Basal and squamous cell skin cancers don’t spread as often as some other types of cancer, so the exact stage might not be too important. Still, your doctor might want to find out the stage of your cancer to help decide what type of treatment is best for you.
The stage describes the growth or spread of the cancer through the skin. It also tells if the cancer has spread to other parts of your body that are close by or farther away.
Your cancer can be stage 0, 1, 2, 3, or 4. The lower the number, the less the cancer has spread. A higher number, like stage 4, means a more serious cancer that has spread beyond the skin. Be sure to ask the doctor about the cancer stage and what it means for you.
Other things can also help you and your doctor decide how to treat your cancer, such as:
- Where the cancer is on your body
- How fast the cancer has been growing
- If the cancer is causing symptoms, such as being painful or itchy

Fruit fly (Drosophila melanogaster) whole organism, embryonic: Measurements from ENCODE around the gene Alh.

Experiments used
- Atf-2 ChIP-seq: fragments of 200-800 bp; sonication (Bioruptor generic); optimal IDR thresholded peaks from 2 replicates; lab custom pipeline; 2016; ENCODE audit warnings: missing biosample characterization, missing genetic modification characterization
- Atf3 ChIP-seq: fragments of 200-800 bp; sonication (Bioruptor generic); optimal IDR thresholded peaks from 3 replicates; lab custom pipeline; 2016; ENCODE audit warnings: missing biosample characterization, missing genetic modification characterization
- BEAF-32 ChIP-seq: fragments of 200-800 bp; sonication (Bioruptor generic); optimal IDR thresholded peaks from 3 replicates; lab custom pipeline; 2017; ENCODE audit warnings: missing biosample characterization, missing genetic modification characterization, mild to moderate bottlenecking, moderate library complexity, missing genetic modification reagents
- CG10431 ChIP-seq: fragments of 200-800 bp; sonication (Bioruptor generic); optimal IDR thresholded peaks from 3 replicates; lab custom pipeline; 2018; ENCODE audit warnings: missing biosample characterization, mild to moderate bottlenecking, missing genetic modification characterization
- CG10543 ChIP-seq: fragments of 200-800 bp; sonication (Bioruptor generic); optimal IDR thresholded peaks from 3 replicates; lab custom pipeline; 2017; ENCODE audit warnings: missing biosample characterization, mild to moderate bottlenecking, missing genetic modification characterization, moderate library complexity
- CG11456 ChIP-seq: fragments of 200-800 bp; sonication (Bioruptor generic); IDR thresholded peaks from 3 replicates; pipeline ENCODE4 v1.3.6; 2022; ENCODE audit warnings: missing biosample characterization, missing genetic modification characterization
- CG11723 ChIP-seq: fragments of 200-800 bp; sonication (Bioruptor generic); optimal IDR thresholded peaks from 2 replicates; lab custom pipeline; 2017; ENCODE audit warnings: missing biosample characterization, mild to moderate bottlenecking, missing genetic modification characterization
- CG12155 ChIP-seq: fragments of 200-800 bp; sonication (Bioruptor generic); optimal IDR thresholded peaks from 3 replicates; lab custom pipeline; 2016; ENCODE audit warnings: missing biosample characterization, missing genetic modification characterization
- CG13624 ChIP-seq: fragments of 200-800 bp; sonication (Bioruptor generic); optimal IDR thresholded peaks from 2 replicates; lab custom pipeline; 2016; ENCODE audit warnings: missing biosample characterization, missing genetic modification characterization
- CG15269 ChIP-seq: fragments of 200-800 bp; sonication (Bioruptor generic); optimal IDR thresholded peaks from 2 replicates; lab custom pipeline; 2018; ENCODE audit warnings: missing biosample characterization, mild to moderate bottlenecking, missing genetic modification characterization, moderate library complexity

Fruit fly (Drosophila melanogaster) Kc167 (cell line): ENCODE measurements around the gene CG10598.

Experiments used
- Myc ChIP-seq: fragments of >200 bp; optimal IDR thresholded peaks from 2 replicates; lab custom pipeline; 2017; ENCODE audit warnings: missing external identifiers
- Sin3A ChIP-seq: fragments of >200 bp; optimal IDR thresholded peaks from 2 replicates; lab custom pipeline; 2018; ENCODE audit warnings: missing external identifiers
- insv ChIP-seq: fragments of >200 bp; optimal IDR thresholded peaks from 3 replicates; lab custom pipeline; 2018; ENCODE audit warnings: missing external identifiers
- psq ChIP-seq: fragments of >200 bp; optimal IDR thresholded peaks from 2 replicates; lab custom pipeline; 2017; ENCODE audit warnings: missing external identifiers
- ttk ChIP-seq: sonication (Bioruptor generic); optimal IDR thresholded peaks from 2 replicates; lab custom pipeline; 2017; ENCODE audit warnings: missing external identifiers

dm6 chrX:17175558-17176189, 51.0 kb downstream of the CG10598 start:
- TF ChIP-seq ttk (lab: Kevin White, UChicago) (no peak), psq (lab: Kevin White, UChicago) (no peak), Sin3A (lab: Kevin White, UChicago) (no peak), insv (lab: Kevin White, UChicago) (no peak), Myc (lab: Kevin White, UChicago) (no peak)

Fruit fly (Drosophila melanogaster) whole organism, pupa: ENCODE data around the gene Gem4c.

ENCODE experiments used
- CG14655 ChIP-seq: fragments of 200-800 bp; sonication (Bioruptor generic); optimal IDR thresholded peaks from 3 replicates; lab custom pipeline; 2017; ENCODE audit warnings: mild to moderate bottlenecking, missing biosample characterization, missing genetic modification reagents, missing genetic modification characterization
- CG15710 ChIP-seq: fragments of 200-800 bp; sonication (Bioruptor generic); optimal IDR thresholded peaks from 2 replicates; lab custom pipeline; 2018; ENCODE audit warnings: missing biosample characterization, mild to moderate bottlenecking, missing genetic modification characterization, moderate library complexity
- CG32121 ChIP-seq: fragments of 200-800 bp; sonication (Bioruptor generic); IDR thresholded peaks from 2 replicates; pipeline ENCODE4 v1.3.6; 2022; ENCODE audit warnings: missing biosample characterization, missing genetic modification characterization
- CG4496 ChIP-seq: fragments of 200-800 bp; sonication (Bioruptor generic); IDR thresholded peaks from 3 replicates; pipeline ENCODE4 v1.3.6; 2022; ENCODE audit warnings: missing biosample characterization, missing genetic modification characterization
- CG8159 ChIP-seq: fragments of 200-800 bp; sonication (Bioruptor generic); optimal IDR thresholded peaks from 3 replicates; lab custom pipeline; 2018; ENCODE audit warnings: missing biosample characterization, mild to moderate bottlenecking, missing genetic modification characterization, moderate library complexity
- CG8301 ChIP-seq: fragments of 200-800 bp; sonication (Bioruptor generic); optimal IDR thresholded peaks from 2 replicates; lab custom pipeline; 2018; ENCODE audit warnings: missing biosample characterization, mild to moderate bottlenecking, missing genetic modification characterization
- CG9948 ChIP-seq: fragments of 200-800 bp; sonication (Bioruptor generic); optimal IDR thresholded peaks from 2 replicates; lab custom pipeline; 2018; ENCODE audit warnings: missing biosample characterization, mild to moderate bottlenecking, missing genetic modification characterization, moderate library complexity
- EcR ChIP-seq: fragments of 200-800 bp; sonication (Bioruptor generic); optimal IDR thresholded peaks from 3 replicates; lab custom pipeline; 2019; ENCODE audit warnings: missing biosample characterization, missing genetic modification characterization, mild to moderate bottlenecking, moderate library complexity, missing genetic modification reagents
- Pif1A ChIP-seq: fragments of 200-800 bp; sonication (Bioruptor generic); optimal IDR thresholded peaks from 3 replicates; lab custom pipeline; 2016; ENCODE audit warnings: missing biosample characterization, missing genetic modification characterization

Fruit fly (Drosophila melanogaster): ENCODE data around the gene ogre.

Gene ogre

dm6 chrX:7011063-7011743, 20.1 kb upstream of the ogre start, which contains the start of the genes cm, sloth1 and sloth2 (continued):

- If the cancer is in a place that was already treated with radiation
- If you have a weakened immune system
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How Is Skin Cancer Of The Head And Neck Diagnosed
Diagnosis is made by clinical exam and a biopsy. Basal cell and squamous cell cancers are staged by size and extent of growth. Basal cell cancers rarely metastasize to lymph nodes, but they can grow quite large and invade local structures. Squamous cell cancers have a much higher incidence of lymph node involvement in the neck and parotid gland and can spread along nerves.